This is an offense that, for now at least, is only a minor supporting actor. Suh, Jared Crick and the entire defensive line are the heart of this Husker team. The defensive backfield is rapidly improving. Cornerbacks Alfonzo Dennard and Prince Amukamura are physical and becoming confident enough to succeed in press coverage like the Husker cornerbacks of the 1990s.

And then there was O’Hanlon, who played the game of his life against the No. 20-rated Sooners. He had three interceptions, including two in the fourth quarter, and had a career-high 12 tackles. With his hat trick of picks, O’Hanlon atoned for his much-publicized coverage bust in the final minute at Virginia Tech.

“This is one of the biggest wins of my career here and I probably can’t play much better,” the Bellevue East graduate said. “I was pretty down after the Virginia Tech game, and I just needed a breakout game to get my confidence back. I think that happened tonight.”

The Blackshirts continued a proud tradition of shutting down Oklahoma in the second half when the Sooners travel to Lincoln. Since OU won 17-7 in the so-called “Game of the Century II” in 1987, Nebraska has defeated OU seven out of eight times in Lincoln, while holding the Sooners scoreless in the second half of five of those games and allowing seven points in the second-half of two others.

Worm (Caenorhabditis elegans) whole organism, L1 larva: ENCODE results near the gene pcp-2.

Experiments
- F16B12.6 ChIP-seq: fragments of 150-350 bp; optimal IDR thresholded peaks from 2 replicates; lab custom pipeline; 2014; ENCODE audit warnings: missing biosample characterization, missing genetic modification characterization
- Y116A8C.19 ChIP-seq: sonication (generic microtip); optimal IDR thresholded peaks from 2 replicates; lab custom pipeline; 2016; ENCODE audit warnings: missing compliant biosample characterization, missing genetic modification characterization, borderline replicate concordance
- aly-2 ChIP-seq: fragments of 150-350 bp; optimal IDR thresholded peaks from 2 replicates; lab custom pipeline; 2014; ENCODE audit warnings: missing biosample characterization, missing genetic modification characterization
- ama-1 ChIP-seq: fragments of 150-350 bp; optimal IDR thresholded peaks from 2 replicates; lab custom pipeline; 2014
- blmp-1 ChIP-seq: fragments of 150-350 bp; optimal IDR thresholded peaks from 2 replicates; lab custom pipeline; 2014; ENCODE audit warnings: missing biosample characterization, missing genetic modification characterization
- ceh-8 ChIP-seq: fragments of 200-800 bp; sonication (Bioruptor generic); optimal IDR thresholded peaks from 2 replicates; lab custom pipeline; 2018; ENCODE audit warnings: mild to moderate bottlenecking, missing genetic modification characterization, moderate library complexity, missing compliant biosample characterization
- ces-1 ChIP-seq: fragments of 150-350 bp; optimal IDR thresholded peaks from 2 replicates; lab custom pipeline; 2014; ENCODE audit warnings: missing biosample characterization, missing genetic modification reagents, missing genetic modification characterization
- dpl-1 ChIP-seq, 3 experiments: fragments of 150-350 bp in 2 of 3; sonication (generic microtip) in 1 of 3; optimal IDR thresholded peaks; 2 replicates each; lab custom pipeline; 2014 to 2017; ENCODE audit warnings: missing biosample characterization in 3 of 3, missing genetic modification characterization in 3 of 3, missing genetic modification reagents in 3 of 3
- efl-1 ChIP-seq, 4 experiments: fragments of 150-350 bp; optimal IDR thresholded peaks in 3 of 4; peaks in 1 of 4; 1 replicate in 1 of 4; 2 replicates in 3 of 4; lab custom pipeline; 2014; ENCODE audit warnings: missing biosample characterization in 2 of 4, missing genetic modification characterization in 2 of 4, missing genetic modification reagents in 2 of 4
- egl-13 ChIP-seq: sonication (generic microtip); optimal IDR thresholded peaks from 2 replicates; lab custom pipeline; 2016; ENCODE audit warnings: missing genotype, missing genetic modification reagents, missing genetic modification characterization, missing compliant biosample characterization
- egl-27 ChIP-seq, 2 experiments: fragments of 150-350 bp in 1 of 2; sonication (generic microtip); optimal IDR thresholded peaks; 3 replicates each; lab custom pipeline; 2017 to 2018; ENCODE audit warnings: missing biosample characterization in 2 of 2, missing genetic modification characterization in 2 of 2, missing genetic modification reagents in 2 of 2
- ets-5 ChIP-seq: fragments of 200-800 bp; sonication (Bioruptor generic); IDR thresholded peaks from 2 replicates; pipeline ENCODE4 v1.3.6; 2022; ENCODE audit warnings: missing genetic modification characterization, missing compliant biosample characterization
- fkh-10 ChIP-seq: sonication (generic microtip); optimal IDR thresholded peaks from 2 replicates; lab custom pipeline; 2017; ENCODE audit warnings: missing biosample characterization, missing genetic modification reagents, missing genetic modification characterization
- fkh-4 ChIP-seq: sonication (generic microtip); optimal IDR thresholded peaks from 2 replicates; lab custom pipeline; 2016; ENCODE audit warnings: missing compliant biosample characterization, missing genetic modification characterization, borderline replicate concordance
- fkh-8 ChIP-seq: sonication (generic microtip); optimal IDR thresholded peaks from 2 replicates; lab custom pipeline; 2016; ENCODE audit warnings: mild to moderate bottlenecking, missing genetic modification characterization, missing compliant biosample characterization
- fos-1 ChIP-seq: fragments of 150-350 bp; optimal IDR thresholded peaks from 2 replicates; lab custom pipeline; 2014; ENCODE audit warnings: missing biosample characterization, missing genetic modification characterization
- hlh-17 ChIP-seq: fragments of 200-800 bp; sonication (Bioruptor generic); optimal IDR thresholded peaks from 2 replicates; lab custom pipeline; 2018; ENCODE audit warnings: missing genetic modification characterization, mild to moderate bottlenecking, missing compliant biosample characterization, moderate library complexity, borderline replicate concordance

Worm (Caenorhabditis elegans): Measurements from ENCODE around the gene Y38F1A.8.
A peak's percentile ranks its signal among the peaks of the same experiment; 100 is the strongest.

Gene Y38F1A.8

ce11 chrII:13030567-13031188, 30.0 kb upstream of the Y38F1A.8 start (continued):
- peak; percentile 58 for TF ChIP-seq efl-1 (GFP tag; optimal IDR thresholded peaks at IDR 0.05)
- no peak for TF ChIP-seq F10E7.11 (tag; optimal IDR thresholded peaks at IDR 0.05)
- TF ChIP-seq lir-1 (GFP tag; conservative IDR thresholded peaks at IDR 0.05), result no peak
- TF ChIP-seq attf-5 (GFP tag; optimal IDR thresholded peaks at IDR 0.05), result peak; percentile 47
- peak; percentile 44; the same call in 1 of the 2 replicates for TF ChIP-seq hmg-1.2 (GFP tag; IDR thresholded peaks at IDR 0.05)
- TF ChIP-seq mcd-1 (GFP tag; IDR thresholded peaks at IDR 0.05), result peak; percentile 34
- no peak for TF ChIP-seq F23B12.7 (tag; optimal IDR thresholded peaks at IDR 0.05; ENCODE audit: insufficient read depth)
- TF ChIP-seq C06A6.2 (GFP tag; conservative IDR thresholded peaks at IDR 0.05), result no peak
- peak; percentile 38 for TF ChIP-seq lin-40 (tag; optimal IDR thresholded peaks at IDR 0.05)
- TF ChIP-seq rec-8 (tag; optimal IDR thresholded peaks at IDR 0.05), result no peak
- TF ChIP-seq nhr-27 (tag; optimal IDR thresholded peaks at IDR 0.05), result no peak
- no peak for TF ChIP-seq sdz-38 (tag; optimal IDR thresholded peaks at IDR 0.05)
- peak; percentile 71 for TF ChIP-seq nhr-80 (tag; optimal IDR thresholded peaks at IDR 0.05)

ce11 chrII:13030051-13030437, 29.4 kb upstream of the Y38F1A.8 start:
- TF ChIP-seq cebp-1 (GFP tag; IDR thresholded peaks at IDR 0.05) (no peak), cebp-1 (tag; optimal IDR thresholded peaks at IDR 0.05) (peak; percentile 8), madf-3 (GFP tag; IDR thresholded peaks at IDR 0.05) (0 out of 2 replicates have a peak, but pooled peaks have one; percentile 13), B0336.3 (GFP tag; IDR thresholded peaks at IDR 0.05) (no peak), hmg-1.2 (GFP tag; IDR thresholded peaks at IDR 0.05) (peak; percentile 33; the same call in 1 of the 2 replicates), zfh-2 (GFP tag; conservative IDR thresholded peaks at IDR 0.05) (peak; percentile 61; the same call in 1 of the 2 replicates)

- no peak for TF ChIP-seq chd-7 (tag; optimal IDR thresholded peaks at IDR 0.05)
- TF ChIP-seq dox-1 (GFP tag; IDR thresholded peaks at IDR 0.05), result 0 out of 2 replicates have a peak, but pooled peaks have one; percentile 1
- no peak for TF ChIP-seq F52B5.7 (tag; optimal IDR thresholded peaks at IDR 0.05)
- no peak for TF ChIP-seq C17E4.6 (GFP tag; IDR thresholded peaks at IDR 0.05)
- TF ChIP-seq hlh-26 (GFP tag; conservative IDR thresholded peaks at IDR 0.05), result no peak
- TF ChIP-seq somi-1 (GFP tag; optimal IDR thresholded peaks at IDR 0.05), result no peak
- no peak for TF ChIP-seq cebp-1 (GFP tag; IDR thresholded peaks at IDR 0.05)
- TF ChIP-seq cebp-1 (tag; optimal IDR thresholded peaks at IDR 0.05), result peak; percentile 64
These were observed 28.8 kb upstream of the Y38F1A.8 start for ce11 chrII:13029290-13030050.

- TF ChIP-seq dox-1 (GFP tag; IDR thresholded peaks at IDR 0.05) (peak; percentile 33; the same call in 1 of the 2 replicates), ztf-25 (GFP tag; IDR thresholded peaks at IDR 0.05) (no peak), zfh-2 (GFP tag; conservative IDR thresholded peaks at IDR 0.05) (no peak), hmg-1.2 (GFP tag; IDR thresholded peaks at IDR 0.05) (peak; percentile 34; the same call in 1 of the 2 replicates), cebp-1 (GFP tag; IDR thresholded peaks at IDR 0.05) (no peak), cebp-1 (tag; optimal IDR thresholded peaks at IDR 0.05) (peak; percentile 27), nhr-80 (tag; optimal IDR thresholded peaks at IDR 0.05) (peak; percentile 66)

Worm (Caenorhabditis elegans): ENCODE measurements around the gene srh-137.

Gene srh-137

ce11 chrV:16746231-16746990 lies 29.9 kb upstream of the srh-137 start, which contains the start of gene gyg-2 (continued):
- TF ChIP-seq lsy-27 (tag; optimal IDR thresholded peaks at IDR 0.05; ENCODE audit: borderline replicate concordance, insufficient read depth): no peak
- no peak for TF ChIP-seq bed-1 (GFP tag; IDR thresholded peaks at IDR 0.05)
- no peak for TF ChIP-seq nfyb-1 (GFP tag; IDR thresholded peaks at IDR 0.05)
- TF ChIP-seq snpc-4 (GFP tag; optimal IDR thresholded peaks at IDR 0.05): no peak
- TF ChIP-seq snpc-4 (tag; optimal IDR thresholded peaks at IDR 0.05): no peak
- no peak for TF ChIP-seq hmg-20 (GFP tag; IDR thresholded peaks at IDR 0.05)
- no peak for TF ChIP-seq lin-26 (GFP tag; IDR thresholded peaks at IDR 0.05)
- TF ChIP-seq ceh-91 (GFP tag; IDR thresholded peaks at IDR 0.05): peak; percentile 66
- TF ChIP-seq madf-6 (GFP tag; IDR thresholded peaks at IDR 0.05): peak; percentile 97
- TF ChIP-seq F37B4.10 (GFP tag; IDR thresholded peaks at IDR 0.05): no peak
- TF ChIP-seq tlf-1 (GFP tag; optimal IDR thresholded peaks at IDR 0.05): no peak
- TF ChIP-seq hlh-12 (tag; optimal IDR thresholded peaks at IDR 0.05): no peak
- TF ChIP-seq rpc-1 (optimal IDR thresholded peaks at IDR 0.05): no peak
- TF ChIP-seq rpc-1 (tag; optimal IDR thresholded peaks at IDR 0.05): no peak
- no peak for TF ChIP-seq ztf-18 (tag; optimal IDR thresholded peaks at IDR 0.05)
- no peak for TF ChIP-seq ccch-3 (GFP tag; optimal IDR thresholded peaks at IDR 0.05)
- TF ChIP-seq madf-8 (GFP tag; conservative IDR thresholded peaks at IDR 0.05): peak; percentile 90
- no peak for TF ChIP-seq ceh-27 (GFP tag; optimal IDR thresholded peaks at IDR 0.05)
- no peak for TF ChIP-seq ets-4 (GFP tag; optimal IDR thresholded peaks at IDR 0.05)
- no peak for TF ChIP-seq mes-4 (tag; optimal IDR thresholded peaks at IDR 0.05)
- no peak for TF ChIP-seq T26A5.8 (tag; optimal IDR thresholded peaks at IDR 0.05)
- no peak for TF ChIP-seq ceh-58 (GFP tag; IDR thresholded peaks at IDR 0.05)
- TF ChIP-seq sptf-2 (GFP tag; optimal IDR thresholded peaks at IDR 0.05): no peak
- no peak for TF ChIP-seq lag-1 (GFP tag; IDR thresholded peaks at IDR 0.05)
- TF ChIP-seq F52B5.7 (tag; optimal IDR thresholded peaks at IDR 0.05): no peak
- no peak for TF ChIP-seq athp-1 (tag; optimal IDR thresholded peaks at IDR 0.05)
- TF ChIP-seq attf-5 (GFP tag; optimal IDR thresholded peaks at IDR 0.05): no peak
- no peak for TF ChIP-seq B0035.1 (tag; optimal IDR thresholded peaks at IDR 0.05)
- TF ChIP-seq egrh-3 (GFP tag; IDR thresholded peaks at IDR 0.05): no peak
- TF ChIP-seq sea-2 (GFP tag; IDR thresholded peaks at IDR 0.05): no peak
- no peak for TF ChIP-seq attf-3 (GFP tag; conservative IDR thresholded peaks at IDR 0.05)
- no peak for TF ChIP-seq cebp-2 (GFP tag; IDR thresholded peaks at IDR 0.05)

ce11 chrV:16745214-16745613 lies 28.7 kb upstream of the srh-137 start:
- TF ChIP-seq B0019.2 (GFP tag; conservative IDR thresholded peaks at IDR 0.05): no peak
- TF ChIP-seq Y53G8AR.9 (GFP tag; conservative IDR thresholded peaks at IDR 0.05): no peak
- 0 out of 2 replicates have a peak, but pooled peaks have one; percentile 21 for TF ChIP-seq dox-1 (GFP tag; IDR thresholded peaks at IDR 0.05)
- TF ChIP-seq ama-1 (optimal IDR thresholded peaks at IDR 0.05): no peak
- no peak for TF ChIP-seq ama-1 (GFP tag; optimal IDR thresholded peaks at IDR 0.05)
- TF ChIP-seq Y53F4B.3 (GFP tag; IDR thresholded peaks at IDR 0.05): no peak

Oklahoma moved the ball well at times in the second half this time out, but Suh and company got very tough in their own territory. First-year quarterback Landry Jones — playing because of Heisman Trophy winner Bradford’s season-ending shoulder injury — looked like a promising rookie, but was often baffled by NU’s coverages and harassed by the Husker front four. Nebraska broke up an astonishing 12 passes, and six different defensive backs got into the act. Suh had one of those PBUs, plus four tackles and a blocked field goal.

It was a sweet game for Dillard, the senior linebacker who is an Oklahoma native. Dillard, who did not play in the first two games of the season, is enjoying his own personal Renaissance. He helped shut down the Sooners with eight tackles and picked off a Jones pass in the fourth quarter. One of the best scenes of the night was Carl Pelini giving a huge hug to Dillard as he left the field after his interception.